When I told him of my plan to move that summer to San Francisco, he encouraged me to contact him via City Lights. His reply to my arrival missive was an invitation to his reading at the Palace of Fine Arts in support of Nicaragua (with Ferlinghetti, Alice Walker, Ernesto Cardenal, and others) in opposition to Reagan’s U.S.-backed Contra insurgency.
“None of my poems is about Nicaragua,” he admitted, but on this day he stood against neo-colonial interventions in Central America.
My first San Francisco apartment was in the lower Haight; Michael lived on Downey St., not far from Haight-Ashbury, up the hill from me. I visited him there once, and he came to my apt tempted by the lure of books, which I have always surrounded myself with in abundance.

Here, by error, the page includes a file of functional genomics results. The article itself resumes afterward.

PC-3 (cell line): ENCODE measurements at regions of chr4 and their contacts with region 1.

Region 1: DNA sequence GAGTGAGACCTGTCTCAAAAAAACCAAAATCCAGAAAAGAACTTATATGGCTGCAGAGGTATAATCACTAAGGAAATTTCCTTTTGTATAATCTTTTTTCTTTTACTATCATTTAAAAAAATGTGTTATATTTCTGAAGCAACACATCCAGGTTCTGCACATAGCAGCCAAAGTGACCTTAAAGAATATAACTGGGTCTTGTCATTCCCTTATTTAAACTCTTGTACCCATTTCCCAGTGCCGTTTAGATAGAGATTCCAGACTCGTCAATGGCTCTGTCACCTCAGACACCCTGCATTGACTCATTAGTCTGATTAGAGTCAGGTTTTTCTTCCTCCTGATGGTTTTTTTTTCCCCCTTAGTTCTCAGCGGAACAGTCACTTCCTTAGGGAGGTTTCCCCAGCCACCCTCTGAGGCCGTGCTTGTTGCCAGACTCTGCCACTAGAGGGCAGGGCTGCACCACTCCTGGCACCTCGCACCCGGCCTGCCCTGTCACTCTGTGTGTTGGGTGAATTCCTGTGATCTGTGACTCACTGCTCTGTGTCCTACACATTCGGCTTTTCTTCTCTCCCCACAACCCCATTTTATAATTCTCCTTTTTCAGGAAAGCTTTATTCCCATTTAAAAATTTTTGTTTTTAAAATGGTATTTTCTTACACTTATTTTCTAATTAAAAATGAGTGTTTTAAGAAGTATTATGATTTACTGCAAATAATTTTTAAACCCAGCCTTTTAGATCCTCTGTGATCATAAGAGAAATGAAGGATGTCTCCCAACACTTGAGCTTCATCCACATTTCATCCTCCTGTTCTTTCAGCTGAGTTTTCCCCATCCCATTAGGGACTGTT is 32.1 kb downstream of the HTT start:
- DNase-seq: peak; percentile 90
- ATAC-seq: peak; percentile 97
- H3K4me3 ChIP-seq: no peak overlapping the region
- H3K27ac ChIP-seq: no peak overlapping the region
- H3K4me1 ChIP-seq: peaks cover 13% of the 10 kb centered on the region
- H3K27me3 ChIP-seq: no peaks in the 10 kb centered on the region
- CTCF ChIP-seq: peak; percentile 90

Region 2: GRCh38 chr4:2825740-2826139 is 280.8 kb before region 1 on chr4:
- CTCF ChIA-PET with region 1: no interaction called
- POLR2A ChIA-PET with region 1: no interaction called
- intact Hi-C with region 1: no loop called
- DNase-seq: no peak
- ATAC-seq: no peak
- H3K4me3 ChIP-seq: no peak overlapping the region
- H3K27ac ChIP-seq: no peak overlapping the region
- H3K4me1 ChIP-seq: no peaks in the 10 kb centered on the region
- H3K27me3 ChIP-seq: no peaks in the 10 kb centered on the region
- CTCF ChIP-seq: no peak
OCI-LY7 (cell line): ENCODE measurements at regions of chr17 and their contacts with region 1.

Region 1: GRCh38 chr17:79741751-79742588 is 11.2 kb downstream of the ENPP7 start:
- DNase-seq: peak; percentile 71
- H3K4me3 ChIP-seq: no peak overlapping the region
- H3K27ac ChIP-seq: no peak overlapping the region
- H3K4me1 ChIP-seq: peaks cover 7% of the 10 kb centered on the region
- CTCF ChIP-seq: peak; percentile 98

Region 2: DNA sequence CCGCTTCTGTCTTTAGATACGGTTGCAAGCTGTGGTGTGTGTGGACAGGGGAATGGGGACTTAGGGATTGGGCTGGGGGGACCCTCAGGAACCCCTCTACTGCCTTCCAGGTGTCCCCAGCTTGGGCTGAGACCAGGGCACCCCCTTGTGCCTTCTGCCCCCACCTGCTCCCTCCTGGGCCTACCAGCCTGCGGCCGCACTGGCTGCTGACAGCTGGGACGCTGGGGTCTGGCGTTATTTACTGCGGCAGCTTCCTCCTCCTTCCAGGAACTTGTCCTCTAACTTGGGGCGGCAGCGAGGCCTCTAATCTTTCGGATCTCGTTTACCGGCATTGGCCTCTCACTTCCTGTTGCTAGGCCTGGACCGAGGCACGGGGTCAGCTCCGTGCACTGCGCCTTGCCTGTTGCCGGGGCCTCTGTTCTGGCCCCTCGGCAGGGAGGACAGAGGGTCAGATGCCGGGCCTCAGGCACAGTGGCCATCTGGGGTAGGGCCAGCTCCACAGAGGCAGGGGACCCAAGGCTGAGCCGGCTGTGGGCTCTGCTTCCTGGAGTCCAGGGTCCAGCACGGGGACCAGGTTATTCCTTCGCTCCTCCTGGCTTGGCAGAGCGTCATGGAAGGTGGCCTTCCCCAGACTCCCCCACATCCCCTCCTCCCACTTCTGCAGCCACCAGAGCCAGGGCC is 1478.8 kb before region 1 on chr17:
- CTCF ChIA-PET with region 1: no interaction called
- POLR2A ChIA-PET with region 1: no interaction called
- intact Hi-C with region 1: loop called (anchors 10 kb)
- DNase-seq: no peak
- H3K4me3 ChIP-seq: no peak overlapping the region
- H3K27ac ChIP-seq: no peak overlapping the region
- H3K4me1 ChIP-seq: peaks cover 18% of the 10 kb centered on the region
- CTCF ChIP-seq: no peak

On an early weekend in January 1984, we tooled around the City in his car, careening over the Twin Peaks with the manuscript of his new play Vktms that he was ready to post to his agent. He did not trust the post office in the Haight which was rumored to be staffed by ’60s burnouts.
Besides seeing him at readings, we had a number of pleasant chance encounters over the years. At the Clarion Café on Mission St., I happened upon a joined a small group at his table as he shared his critiques of two then-popular theater personalities: Spaulding Gray (the monologist, whose minimal staging centered on the performer seated at a desk) and George Coates (whose multimedia shows were visually arresting, flashing light-enhanced spectacles).
Both were drawing appreciative audiences. After seeing a couple of Coates’ shows, I shared Michael’s view that they were a triumph of strobing form over substance.